1) I thought I was getting better.
2) I had a lunch meeting that took two months to schedule.
3) I’m stubborn.
Anyway, I’m pretty sure that Saturday and Sunday were payback for being so active on Friday, so no discussion of “how stupid I was” is needed here. After all, I had a lot of time to consider this as I lay (dying) in bed over the weekend.
My family is unique in the sense that we are all highly unsupportive of illness. I know what you are thinking: Whose family IS supportive of illness? Let me explain. When a family member falls ill, no one goes out of their way to help the sick one. The reason is simple: no one wants to catch it. This is okay, though, because when you happen to be that sick family member, you don’t want to give said illness to anyone else in the family, either. It almost sounds selfless of the sick person, until you consider that the MAIN reason they so shun aid and support is in an effort to avoid having conversations that begin with “Remember that time you gave me the chicken pox/stomach flu/cold bug” for the next decade or two. This is especially true of my father.
None of this applies, of course, if a doctor deems any ache, fever or illness “non contagious”. If/when such a diagnosis is given, all family members are immediately supportive and/or willing to wait on the sick one hand and foot. No problem.
However, if there is any question as to your level of “contagious”, this is how you can expect to be treated:
1) Communication with the sick person is limited to a phone call and/or email. Any other method of contact may result in contamination.
2) People are willing to bring you things (i.e. food, medicine, etc.) presuming, of course, that the brought items can be left on the doorstep. Once deposited, the deliverer will ring the doorbell before sprinting back to the car, climbing inside and shutting the door. It is understood that the deliverer will wait for visual confirmation of the sick person before driving away.
3) If the sick person does not respond to the doorbell promptly, than a phone call may be necessary to establish that the sick person is, indeed, still alive. (Note: no protocol has yet been determined in the incidence that the sick person does not respond to either the doorbell or a phone call. However, I’m guessing it would involve breaching the perimeter and calling Mom).
4) Numbers 1, 2 and 3 do not apply to Trevor or Auntie Mimi. Trevor isn’t related, so it is up to him to decide whether “exposure” is a risk he is willing to take or not (generally, though, I won’t allow him near me if I’m sick out of fear that he’ll catch it and then give it back to me later on). Auntie Mimi, on the other hand, is very sweet and will actually hand the sick person any necessary deliveries (instead of the more popular drop-and-run method). Granted, she won’t actually come inside the contaminated dwelling, but she will get within mere inches of the sick person and talk to them face-to-face. This is always very much appreciated.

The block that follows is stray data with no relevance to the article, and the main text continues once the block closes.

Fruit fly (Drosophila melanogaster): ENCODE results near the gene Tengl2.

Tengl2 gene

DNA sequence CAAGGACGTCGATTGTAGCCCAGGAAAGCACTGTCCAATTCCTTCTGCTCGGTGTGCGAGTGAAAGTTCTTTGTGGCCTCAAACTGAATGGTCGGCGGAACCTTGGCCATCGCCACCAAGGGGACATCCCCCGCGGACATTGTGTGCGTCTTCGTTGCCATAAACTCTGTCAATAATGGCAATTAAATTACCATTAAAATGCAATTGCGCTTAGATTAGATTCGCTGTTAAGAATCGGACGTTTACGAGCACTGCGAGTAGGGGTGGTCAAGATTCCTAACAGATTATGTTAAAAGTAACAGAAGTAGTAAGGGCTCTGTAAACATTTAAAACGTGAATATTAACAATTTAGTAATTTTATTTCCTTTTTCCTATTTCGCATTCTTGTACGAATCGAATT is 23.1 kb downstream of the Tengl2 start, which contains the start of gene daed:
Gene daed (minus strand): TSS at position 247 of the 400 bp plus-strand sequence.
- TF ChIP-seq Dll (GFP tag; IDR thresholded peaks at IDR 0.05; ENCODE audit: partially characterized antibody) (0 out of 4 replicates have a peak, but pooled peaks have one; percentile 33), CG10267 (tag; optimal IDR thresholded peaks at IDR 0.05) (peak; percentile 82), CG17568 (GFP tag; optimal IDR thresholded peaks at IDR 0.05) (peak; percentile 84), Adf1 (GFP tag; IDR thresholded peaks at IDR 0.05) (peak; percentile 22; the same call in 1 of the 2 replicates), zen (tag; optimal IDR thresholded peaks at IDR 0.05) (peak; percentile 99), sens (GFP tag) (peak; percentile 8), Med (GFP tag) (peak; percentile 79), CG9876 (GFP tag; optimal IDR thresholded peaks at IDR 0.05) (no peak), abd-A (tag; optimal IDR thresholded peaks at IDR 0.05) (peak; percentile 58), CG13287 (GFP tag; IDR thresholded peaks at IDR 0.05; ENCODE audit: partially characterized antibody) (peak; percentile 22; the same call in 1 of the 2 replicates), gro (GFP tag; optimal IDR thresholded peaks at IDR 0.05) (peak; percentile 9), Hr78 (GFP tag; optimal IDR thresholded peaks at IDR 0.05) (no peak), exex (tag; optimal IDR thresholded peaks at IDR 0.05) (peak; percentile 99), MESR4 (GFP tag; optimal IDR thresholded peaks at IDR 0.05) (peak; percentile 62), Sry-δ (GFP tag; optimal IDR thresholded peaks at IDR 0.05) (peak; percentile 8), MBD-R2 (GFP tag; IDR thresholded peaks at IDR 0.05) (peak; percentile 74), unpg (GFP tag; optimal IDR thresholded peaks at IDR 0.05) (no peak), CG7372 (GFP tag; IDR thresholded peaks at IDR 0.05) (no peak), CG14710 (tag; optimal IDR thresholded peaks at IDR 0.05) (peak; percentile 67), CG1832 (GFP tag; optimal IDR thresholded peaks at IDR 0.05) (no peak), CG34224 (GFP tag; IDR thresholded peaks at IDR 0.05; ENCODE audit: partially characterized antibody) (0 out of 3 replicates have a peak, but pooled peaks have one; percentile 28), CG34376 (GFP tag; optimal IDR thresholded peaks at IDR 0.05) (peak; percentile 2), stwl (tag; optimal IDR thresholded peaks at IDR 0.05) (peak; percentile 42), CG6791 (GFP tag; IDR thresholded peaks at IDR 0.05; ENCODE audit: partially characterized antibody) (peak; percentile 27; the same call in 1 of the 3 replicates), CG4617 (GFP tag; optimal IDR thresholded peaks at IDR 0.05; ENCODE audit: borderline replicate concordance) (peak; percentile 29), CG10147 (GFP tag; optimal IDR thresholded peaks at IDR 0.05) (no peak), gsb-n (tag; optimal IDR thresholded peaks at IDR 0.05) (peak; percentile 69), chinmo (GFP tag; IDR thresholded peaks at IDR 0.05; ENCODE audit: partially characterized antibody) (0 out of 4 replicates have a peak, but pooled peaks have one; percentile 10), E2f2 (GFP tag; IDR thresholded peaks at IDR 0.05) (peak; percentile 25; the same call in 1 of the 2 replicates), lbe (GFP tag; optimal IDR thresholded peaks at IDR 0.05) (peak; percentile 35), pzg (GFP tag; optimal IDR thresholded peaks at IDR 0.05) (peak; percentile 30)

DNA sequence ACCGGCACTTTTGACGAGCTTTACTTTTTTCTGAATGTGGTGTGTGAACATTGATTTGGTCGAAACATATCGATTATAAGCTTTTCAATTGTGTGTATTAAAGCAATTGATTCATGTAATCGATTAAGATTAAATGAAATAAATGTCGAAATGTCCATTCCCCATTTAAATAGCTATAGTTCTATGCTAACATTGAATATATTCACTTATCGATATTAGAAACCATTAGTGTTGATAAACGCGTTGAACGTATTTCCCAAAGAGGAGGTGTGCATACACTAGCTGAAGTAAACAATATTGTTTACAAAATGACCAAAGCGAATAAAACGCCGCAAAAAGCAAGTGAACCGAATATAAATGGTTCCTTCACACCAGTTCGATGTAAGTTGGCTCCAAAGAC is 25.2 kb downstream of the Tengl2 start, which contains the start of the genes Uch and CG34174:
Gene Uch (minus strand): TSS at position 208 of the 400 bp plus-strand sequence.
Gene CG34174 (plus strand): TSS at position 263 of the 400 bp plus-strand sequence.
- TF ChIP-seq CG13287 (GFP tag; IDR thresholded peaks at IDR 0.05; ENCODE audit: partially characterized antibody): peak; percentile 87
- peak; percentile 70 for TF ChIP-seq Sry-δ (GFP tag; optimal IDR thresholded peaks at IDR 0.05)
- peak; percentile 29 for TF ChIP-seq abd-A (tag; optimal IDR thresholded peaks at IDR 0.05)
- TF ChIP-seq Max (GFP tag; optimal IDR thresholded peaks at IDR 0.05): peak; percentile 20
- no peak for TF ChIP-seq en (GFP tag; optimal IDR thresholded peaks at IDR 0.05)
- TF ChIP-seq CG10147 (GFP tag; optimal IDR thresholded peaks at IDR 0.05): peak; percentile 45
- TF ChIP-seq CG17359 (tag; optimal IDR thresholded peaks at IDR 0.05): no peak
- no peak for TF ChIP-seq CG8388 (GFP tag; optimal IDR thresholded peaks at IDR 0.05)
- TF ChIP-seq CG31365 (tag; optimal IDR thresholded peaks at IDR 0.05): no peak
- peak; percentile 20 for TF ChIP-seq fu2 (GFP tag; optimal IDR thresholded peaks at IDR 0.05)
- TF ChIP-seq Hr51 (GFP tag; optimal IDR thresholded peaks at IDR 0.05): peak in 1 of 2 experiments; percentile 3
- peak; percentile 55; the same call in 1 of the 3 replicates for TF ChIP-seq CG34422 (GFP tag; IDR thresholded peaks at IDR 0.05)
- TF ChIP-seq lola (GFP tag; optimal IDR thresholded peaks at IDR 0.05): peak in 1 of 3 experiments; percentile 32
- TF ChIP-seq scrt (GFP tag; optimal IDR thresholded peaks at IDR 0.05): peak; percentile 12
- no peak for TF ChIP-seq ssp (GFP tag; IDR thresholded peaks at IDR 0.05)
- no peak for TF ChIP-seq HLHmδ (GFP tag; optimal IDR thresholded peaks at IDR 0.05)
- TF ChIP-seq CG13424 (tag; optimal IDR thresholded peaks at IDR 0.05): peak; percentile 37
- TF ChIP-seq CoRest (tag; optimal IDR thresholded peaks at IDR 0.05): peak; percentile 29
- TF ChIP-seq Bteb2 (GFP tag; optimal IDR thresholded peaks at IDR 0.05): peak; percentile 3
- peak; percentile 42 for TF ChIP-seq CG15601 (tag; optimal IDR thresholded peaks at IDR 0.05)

5) Most of these rules were initiated by my father, and no one follows them more strictly than him. The only difference is if/when HE gets sick. Then, it is expected that everyone will be at his beck and call all day, every day. This includes entering his house, making soup and delivering it to his bedside. If he happens to contaminate everyone in the process, oh-well.
So, as you might expect (now that you are privy to my family’s eccentricities), I spent the majority of the past several days with no one but my dogs for company. Not that my dogs aren’t entertaining, mind you. In fact, Gypsy Kitty went well out of her way to “make Mommy feel better”. This included staring at Mommy for hours, fetching the entire contents of the toy basket for Mommy (to make Mommy happy) and trying ever-so-often to climb onto the bed (when Mommy was not watching) in an attempt to help keep Mommy warm.
Haskell, on the other hand, seemed much more preoccupied with the fact that Mommy appeared to be dying. This caused him to worry and “squeak” much more than usual. It is also, as far as I can tell, the only reasonable explanation why I discovered every bone, Kong and uneaten rawhide (all formerly located in the aforementioned toy basket) inside his crate while putting him to bed Sunday night. Apparently, Haskell was preparing for the worst.
Anyway, after a weekend of absolute misery, I finally made an appointment with my doctor for Monday afternoon. This had nothing to do with ME thinking it was finally time to see the doctor (oh, no. The last thing I ever WANT to do is see the doctor. I HATE going to the doctor, and will make many excuses in an effort to avoid GOING TO the doctor). Instead, I was